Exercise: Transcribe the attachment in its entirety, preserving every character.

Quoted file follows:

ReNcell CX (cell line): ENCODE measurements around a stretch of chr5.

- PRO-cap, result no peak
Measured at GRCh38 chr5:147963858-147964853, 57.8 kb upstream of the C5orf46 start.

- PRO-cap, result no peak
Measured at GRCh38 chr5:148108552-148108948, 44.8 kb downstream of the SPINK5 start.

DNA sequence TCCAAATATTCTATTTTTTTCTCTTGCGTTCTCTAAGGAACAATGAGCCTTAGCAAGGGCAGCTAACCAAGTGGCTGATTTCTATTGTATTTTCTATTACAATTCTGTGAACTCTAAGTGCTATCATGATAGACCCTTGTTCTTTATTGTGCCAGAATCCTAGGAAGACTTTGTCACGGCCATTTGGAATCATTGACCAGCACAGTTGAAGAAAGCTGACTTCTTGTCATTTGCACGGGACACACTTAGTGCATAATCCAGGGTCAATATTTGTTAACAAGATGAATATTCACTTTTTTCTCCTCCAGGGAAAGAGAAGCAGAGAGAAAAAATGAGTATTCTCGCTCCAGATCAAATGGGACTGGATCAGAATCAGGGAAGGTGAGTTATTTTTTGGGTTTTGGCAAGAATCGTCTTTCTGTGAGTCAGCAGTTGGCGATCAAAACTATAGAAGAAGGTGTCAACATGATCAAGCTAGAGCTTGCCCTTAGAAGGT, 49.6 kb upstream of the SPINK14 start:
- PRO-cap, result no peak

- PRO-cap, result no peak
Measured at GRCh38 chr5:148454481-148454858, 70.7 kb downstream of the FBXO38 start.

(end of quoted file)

ReNcell CX (cell line): ENCODE measurements around a stretch of chr5.

- PRO-cap, result no peak
Measured at GRCh38 chr5:147963858-147964853, 57.8 kb upstream of the C5orf46 start.

- PRO-cap, result no peak
Measured at GRCh38 chr5:148108552-148108948, 44.8 kb downstream of the SPINK5 start.

DNA sequence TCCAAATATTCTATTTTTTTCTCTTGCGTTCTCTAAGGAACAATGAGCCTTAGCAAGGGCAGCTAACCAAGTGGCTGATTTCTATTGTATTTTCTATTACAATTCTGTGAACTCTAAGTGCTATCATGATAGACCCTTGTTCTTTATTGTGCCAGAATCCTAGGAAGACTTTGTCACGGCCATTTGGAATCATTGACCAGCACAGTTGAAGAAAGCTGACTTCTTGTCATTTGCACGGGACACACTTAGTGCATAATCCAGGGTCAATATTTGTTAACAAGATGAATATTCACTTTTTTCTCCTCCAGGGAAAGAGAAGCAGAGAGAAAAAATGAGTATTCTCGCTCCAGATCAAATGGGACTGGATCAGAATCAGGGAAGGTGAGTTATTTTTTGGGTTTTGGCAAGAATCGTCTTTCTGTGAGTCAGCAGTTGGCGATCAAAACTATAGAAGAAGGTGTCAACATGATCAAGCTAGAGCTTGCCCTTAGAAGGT, 49.6 kb upstream of the SPINK14 start:
- PRO-cap, result no peak

- PRO-cap, result no peak
Measured at GRCh38 chr5:148454481-148454858, 70.7 kb downstream of the FBXO38 start.